City Mayor Joe Anderson is proposing to borrow the cash to loan to Everton to go towards the £500m cost of its new stadium and if the deal will be as profitable for the city as he says, we need full disclosure says Tony McDonough
Liverpool Mayor Joe Anderson’s response to sharp criticism of his willingness to loan Everton FC £280m towards the cost of their new stadium was typically combative and bullish.
He said those who suggested the deal put funding for essential council services at risk were “living in cloud cuckoo land”.
The deal, subject to full council approval, would see the council borrow the cash at ultra-low interest rates and then pass on the loan to Everton, with a healthy profit of as much as £7m a year over 25 years coming back to the city.
Bulding a new stadium at Bramley Moore Dock would also boost north docks regeneration projects such as Liverpool Waters and 10 Streets.
On the surface the arrangement appears to be a sound one. Everton, similar to most Premier League clubs, enjoys a strong income stream from the TV rights deals and therefore can be seen as a relatively safe investment.
The Mayor is correct to dismiss concerns of any direct risk to day-to-day council services. The idea that Council Tax payers are funding a football stadium is simply not true.
However, the issue here isn’t viability so much as transparency, a point made to me on Twitter yesterday by Cllr Andrew Makinson, deputy leader of the opposition Liberal Democrats on Liverpool City Council.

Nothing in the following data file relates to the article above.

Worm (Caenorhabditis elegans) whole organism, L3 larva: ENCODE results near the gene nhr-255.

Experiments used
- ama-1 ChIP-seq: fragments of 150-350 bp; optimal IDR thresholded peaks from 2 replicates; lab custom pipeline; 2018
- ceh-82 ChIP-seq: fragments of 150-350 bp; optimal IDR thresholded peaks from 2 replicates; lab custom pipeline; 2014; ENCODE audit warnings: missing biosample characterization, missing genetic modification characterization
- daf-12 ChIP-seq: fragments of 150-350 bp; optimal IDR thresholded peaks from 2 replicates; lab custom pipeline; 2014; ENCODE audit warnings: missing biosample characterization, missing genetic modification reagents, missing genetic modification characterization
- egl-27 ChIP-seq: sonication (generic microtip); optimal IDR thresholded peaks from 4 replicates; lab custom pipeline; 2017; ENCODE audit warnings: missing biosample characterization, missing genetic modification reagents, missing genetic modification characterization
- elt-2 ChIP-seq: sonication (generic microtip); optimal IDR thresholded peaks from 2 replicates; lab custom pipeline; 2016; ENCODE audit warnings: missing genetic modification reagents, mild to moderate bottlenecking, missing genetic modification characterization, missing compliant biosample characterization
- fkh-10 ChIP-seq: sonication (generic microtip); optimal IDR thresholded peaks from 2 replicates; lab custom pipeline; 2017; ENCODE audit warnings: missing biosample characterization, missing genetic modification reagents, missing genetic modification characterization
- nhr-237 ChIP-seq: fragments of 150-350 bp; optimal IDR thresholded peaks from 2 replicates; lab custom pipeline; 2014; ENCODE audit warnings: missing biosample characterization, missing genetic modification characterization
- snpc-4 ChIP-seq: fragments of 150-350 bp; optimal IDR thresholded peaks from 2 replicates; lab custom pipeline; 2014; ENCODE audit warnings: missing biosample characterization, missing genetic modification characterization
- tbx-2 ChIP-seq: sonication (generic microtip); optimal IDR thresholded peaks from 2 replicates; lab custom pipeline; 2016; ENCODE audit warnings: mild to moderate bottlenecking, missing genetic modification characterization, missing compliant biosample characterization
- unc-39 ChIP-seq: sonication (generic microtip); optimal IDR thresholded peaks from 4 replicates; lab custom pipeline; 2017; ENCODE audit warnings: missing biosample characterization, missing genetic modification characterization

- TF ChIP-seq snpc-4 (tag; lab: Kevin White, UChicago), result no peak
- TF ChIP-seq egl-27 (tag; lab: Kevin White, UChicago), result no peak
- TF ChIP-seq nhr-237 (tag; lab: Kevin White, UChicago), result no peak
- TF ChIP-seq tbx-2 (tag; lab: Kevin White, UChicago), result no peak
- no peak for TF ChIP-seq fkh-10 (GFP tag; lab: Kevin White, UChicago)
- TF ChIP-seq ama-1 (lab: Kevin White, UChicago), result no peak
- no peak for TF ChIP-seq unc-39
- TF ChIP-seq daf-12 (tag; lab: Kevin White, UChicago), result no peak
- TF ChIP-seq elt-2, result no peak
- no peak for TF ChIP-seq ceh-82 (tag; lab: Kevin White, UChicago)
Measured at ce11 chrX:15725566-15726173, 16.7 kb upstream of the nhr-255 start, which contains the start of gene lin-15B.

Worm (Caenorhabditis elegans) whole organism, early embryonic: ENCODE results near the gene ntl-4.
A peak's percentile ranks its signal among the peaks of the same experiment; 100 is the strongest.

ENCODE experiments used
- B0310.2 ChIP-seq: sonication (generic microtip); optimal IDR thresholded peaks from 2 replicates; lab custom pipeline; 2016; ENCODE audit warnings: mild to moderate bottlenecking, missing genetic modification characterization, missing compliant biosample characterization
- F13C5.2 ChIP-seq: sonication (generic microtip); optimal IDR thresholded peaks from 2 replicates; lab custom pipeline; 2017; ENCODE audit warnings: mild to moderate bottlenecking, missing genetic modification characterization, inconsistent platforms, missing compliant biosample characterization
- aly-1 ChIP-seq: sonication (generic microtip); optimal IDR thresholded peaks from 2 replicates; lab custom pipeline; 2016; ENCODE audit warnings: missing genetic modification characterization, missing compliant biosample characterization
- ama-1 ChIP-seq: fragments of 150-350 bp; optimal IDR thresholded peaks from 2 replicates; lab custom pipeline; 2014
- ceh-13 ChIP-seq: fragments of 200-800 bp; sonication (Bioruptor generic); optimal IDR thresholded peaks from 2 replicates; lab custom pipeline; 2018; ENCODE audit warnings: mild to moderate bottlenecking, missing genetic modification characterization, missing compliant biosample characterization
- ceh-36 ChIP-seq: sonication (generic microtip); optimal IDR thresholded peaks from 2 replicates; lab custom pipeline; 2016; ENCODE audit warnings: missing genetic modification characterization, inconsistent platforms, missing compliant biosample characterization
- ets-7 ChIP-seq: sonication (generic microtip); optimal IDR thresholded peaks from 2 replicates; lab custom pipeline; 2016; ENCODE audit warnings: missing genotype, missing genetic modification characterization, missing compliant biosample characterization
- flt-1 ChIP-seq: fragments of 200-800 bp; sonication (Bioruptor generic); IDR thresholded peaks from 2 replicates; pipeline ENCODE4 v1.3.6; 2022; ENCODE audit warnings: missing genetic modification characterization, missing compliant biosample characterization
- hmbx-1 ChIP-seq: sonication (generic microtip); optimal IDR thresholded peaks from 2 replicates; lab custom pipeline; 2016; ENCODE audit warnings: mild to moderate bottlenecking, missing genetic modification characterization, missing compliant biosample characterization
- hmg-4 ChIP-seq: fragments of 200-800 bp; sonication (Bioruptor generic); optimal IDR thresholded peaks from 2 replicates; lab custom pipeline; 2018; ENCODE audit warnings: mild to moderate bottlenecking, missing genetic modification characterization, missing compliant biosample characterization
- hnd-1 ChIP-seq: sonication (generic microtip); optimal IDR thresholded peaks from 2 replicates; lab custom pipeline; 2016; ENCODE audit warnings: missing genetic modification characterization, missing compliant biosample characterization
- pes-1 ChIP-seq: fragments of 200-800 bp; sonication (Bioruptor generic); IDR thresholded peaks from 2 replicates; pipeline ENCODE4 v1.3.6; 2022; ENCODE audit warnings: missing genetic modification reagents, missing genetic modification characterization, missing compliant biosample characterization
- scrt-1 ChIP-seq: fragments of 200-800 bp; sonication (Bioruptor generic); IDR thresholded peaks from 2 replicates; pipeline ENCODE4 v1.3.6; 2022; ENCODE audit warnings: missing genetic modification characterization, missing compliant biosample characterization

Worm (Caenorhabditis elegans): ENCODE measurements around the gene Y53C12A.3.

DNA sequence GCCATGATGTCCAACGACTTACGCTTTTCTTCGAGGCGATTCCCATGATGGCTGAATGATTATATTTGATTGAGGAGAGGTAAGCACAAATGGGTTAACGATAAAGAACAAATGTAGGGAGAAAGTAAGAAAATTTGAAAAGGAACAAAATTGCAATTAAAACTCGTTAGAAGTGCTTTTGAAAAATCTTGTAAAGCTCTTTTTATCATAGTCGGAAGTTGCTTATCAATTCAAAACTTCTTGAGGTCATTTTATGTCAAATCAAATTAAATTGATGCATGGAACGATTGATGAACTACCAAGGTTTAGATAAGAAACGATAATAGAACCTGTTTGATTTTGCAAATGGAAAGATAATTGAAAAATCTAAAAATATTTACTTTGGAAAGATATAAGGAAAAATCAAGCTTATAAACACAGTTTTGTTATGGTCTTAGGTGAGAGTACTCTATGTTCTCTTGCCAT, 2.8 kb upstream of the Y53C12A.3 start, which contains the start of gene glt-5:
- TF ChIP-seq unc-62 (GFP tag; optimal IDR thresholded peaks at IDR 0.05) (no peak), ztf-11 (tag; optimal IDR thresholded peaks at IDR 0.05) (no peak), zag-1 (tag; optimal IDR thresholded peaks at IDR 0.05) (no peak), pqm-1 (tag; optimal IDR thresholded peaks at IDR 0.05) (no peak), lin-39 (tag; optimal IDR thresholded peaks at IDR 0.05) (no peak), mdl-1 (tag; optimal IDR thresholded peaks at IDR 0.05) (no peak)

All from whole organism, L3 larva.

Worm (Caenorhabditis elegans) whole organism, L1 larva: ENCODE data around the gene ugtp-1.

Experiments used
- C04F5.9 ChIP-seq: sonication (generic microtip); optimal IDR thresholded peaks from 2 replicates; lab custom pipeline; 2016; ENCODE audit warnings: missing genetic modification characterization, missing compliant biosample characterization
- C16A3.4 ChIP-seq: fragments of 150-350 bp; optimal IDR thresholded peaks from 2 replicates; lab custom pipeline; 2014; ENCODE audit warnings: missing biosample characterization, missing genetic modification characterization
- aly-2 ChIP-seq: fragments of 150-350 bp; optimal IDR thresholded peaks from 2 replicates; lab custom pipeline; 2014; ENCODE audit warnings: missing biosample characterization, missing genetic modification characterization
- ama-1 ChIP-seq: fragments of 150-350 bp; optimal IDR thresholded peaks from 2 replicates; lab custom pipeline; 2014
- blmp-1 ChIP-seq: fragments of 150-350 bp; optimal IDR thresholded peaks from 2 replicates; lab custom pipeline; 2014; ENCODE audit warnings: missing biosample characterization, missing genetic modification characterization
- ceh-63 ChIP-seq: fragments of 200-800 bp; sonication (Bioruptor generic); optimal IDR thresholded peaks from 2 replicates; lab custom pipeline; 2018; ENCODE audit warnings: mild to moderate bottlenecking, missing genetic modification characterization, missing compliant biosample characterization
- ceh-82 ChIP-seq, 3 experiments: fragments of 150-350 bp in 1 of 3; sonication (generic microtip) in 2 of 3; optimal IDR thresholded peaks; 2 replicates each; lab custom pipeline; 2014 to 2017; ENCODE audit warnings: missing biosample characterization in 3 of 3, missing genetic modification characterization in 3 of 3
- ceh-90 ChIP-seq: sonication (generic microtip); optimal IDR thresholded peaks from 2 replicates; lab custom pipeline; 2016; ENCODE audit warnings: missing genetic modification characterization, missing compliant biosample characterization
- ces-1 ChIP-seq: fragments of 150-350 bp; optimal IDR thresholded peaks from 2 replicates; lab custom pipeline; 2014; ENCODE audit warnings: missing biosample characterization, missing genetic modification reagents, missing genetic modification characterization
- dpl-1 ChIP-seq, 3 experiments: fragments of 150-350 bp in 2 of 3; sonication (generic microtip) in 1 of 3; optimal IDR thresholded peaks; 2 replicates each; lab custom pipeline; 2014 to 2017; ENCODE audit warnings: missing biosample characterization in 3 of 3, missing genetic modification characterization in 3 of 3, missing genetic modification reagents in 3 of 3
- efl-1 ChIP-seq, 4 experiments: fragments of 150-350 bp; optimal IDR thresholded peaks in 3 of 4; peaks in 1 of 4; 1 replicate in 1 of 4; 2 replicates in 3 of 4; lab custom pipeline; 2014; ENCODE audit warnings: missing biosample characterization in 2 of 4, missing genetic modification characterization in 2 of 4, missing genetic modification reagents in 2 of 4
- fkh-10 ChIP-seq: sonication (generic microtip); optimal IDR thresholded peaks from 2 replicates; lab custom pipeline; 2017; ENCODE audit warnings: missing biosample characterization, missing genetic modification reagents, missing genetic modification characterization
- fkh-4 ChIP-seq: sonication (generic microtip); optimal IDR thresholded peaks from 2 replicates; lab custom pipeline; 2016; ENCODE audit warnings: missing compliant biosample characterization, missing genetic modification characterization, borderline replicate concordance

Cllr Makinson said when the authority invested some £12m into Liverpool John Lennon Airport it never made public the full terms of the deal on the basis of commercial confidentiality. He fears the Mayor will also refuse to make available for scrutiny the full terms of the deal with Everton for the same reason.
The Lib Dems, led by Cllr Richard Kemp, are also concerned about whether borrowing this much money for the Everton stadium would make it more difficult to borrow to fund other future strategic projects as there are ceilings on how much councils can borrow.
Early last year when the project to build a new stadium at Bramley Moore Dock was first unveiled, the plan was for Everton to take out a loan directly and the council to act as guarantor. Why this has changed is a question that needs to be answered.
I heard a few weeks ago that Everton were pressuring the council to take a more active role in the project and just over a week ago, the club’s chief executive Robert Elstone admitted the original £300m projected cost of the new stadium had risen significantly.
Now the figure being quoted is £500m with the council’s loan contributing around two-thirds of the total cost. This suggests Everton’s efforts to borrow the money itself, even with billionaire shareholder Farhad Moshiri at in the picture, had not been successful, hence the change in the council’s status from guarantor to lender.
Calling the shots
In this scenario it is surely the council that can call the shots. Everton’s current home Goodison Park is less than a decade away from being no longer fit for purpose. The club does not have the option of simply staying put. Everton needs the council more than the council needs the club.